Hadoop World VMware wants every workload to be virtualized, even high performance computing, data warehousing, and Hadoop data munching workloads. The server virtualization juggernaut will get around to HPC and data warehousing at some point, but it already has a start on Hadoop with Project Serengeti. That project got some tweaks this week.
The Serengeti effort was launched in June, and it takes the Spring Java application framework and tunes it up to corral Hadoop server nodes onto virtual machines. The upshot is a system that makes it easier for Java developers to create Hadoop applications, and that allows for Hadoop nodes to be virtualizes and run inside of virtual machine containers.
All of the elements of a Hadoop cluster, including Hadoop management, query, and data abstractions tools, can be wrapped in virty layers, and replicated and failed-over just like any other infrastructure running on a cloud. Moreover, the Serengeti code allows for an entire virtual Hadoop cluster to be installed on a single physical machine for application development and testing.
But VMware has higher aspirations for Serengeti, as Richard McDougall, application infrastructure CTO and principal engineer at VMware, explains in a blog post announcing the updates to Serengeti that came out during this week's Hadoop World 2012 extravaganza in New York.
The idea is fairly simple, even if the implementation will be somewhat complex. By virtualizing Hadoop and other workloads, you will be able to make server clusters do other kinds of work right beside Hadoop, such as analytics or parallel supercomputing. You dial up one set of VMs for Hadoop, run jobs, and dial them back, letting a risk analysis or some other kind of job then take over the iron do its work.
This is the argument that many of us were making for the adoption of ESX Server when it was a newbie product a decade ago, but the sophisticated automation and management tools that turn virtualization into a cloud were not available. (No one even called it a cloud then, but many of us tried to steer the language toward a more accurate metaphor: a utility. But, alas, the marketing people won.)
VMware Project Serengeti argues for shared clusters
Now, a decade later, ESXi is a much more scalable hypervisor and those management and automation tools are available, even if they are a bit shiny and untested by most companies.
The beauty of going virtual for parallel workloads of all kinds is that you can configure all of the pieces of a particular stack independently from each other and update them accordingly. And in a virtual environment, if you take snapshots you can easily rollback to a prior state, or only update a current state of a machine and not roll it into production until after you have tested it.
You can also finely control how much processor, memory, and I/O resources each virtual instances gets supporting a portion of the Hadoop cluster, and you can isolate portions of the Hadoop cluster so it can be used to test new algorithms or new add-on functionality without messing up the remaining parts of the Hadoop cluster that are in production.
Block diagram of Project Serengeti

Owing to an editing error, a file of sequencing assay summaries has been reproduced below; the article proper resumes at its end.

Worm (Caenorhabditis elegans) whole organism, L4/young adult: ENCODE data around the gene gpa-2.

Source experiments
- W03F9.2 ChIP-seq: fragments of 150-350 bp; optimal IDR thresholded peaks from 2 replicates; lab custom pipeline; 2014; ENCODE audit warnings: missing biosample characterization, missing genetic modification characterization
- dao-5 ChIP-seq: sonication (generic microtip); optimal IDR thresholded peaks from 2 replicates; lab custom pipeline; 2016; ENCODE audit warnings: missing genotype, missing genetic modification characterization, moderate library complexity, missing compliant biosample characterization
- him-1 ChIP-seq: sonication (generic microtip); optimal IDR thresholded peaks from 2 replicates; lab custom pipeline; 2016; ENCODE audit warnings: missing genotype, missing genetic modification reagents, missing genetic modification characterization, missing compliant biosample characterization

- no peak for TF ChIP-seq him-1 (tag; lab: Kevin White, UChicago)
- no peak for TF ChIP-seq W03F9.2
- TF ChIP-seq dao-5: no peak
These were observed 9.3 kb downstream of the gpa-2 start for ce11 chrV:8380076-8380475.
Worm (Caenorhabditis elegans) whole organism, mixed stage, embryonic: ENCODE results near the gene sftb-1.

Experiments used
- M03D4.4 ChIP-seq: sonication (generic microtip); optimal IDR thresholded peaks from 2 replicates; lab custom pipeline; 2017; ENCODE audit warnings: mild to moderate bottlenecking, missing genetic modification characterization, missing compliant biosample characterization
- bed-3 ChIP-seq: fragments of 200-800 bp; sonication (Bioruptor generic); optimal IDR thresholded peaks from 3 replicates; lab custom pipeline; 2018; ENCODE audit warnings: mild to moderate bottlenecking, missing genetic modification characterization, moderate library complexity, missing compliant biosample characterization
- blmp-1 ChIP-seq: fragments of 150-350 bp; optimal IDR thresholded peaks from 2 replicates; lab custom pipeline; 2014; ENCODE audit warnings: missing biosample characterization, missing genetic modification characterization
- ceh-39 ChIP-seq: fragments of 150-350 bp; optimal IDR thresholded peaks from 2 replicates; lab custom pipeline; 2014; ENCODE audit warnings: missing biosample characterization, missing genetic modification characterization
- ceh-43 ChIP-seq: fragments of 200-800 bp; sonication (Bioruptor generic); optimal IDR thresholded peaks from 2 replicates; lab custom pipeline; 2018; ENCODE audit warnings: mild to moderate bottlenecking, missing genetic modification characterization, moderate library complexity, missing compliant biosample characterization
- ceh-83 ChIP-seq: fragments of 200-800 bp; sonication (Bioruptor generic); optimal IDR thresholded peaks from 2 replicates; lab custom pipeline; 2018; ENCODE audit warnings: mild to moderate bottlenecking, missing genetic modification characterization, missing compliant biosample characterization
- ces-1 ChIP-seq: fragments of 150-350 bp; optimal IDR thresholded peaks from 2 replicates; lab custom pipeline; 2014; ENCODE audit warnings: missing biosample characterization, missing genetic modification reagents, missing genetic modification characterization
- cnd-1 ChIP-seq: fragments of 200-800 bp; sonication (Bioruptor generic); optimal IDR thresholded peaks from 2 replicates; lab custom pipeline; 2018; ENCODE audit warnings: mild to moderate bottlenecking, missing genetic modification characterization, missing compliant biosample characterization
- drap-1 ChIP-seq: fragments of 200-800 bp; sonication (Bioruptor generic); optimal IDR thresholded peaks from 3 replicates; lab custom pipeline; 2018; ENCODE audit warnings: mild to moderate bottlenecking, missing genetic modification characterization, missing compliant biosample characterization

As MacDougall correctly points out, Serengeti is not the only game in town for running multiple jobs on Hadoop clusters. The YARN scheduler for Hadoop, which is still not in production in most Hadoop distributions, allows for calculation methods other than MapReduce to be embedded inside of Hadoop and spread around the cluster nodes. The Apache Mesos cluster manager is another alternative, allowing for Hadoop and supercomputing jobs using the Message Passing Interface (MPI) protocol to parcel out work to run on the same cluster.
But the Serengeti approach has the virtues of being based on ESXi and Spring, and of keeping separate things separate rather than to trying to make Hadoop into a more general purpose platform.
Moreover, the virtual machine approach allows for the compute (Task Tracker) and storage nodes (Data Nodes) in a Hadoop cluster to be put into separate VM containers, and now they can be scaled independently. (Presumably this still requires the Task Tracker and Data Node code to be resident on the same physical machine.)
The other neat thing you can do would be to create multiple virtual Hadoop clusters with their own Job Trackers and Task Trackers and presumably a shared Name Node, that can access different virtualized Data Nodes. In effect, you can interleave two entirely distinct Hadoop clusters, using the same data, atop the same physical hardware. Now you don't move data between two Hadoop clusters to do two jobs for two different departments; you just keep adding virtual Hadoop clusters atop an ever-embiggening single Hadoop Distributed File System, and every department just thinks it has its own Hadoop cluster.
You also pay a hell of a virtualization performance penalty with the VMware approach, El Reg would expect, but no one has provided any statistics on that and it may be more than made up for by the flexibility this way of doing things offers. VMware has said in the past that in some circumstances, performance on a virtualized cluster is better than on a physical one because you can get the utilization up higher and pack more work onto it.
The new features in Serengeti 0.7.0 aim to move VMware in the directions outlined above. You can read the latest Project Serengeti release notes here and download the Serengeti virtual appliance for ESXi here.
The latest release supports the new ESXi 5.1 hypervisor and has a new Virtual Hadoop Manager that snaps into vCenter Server to allow it to power up and power down nodes on a Hadoop cluster. The new release also adds support for a number of Hadoop distributions, including Cloudera's CDH3 Update 3, Greenplum HD 1.2.0, and Hortonworks HDP 1.0.7. The latest open source Apache Hadoop 1.0.1 can also be control-freaked by Serengeti 0.7.0. ®